It is possible that tens of billions of crowns were lost in cancelled flights and tourists who never arrived due to the ash eruption at Eyjafjallajökull.
There were initially high hopes when the more visually appealing and less destructive volcano at Fimmvörðuháls erupted, prompting a brief surge in tourists coming to see the volcano. However, when the frankly unattractive Eyjafjallajökull ash eruption belched forth a dark cloud that prompted European officials to shut down air traffic across the continent, numerous cancellations occurred in its wake. The losses – not only in terms of flights but in hotel rooms, dining, and assorted tourist activities – are estimated to be up in the tens of billions, RÚV reports.
The Iceland Tourist Board also reported additional cancellations when President Ólafur Ragner Grímsson painted a grim picture for the BBC that the Eyjafjallajökull eruption was just the prelude for a more devastating eruption coming from the volcano Katla. The president, after receiving harsh criticism for these remarks from the tourist board, the Confederacy of Icelandic Employers and the Minister of Industry, later back-pedalled, telling the BBC that Katla’s eruption was years or possibly decades away.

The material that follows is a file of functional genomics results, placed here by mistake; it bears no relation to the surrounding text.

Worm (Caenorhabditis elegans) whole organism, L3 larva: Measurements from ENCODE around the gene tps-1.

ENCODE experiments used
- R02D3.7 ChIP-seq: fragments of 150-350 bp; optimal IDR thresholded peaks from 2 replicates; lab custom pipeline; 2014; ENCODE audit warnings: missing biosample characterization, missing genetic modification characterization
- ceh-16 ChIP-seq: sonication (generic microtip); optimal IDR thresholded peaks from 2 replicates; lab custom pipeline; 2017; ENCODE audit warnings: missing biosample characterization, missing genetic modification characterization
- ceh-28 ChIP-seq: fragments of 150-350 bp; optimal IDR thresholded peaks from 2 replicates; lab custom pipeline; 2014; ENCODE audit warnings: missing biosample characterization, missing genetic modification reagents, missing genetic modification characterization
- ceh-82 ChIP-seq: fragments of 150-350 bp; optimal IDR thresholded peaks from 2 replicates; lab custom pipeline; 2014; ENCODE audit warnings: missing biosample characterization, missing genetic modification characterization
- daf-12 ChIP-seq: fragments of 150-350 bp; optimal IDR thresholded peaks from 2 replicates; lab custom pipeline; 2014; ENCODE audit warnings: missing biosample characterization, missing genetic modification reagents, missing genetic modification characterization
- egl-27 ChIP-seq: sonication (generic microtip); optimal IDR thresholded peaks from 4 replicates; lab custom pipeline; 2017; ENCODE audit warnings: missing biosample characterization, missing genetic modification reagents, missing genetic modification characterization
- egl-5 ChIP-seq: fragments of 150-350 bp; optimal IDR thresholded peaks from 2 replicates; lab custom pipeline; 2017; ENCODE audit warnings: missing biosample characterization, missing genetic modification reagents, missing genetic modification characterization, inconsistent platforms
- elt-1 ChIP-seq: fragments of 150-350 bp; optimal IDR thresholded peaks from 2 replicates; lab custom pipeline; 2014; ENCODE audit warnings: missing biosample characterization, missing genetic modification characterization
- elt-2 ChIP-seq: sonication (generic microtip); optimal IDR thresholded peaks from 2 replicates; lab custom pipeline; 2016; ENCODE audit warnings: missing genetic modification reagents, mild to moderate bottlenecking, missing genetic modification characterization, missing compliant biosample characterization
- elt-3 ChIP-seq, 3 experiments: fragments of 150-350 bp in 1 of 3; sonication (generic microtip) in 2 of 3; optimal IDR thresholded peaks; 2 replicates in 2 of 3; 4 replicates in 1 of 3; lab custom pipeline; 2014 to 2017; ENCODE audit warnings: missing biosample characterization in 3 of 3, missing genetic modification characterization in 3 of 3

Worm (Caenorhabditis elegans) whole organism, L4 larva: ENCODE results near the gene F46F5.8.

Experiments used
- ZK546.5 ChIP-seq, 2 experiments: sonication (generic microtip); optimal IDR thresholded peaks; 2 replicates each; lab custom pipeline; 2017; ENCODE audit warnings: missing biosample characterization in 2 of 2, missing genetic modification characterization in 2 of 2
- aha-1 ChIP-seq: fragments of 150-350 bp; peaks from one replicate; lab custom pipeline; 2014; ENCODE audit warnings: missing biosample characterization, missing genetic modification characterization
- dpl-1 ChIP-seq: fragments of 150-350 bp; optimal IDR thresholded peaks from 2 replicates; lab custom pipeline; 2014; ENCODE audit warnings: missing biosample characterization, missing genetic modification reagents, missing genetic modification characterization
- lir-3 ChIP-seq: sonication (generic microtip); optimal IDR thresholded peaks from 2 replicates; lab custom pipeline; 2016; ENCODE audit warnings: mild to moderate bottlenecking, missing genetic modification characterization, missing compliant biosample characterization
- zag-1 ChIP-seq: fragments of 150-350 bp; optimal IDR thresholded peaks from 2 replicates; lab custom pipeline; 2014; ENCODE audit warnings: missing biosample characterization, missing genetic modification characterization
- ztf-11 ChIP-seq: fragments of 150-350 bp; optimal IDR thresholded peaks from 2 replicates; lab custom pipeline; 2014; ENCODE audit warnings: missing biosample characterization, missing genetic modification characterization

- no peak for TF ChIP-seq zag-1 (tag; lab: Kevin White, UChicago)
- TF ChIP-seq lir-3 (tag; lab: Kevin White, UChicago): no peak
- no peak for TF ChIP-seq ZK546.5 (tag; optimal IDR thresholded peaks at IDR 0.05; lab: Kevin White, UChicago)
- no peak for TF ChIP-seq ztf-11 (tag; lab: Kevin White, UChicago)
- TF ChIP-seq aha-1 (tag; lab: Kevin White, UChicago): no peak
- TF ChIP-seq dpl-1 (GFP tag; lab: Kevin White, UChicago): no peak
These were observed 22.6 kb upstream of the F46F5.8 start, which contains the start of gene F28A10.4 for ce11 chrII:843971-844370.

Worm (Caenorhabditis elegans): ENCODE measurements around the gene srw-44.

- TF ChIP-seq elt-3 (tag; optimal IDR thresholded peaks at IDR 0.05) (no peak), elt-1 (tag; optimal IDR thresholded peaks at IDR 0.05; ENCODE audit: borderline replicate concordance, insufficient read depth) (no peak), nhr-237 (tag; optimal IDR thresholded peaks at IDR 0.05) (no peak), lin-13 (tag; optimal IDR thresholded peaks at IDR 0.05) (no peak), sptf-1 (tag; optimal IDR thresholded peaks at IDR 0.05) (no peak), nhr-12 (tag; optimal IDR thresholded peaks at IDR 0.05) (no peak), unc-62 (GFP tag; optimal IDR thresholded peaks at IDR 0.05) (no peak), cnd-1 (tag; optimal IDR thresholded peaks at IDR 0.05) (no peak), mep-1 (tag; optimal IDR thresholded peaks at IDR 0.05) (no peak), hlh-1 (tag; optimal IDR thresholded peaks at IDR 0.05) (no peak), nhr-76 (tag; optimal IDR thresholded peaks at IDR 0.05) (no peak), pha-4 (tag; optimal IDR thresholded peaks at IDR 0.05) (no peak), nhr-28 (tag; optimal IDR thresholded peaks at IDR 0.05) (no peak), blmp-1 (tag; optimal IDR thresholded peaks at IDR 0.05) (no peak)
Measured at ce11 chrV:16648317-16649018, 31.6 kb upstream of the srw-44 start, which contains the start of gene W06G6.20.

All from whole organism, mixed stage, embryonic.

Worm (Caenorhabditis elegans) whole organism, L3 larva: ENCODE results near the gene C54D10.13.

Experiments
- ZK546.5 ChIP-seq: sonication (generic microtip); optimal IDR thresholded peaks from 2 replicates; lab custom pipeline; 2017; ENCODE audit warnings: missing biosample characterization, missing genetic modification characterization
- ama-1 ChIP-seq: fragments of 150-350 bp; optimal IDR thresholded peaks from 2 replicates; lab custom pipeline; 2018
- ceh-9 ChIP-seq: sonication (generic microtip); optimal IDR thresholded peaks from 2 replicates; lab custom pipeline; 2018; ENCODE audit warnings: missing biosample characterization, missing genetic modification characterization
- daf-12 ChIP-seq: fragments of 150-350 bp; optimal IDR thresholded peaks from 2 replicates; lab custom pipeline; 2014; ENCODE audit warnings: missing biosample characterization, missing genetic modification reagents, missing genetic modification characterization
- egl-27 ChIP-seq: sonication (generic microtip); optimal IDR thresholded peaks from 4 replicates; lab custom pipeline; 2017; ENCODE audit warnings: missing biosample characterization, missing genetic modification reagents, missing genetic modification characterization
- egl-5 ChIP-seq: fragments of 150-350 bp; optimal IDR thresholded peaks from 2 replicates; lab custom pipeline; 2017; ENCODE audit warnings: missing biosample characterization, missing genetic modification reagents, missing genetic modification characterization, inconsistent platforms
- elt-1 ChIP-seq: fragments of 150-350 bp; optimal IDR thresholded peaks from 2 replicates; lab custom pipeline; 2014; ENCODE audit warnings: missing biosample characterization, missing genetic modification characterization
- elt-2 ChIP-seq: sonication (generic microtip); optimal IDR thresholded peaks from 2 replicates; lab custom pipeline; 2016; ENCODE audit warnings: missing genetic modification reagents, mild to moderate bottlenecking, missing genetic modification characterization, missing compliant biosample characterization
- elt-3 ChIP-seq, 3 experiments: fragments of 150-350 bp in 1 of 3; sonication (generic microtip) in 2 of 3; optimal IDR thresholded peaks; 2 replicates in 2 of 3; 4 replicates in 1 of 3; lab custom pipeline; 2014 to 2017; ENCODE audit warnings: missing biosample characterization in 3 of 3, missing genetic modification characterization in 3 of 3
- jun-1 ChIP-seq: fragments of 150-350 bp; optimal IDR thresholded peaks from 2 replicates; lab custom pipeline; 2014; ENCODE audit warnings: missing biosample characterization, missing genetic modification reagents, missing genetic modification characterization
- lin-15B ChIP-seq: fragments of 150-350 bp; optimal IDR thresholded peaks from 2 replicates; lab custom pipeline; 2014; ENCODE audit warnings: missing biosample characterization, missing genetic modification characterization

On a related note, journalist and film-maker Ómar Ragnarsson, writing on his blog, takes the position that even this eruption could be made into a tourist attraction; that rather than scaring people into staying away from Iceland because of a volcano, we should rather encourage them to come and check it out. He points out that when forest fires struck Yellowstone National Park in 1988, the media reaction was to call it a “disaster”. Today, the forest fires themselves are actually a tourist attraction in the form of a theatre showing footage of the fires.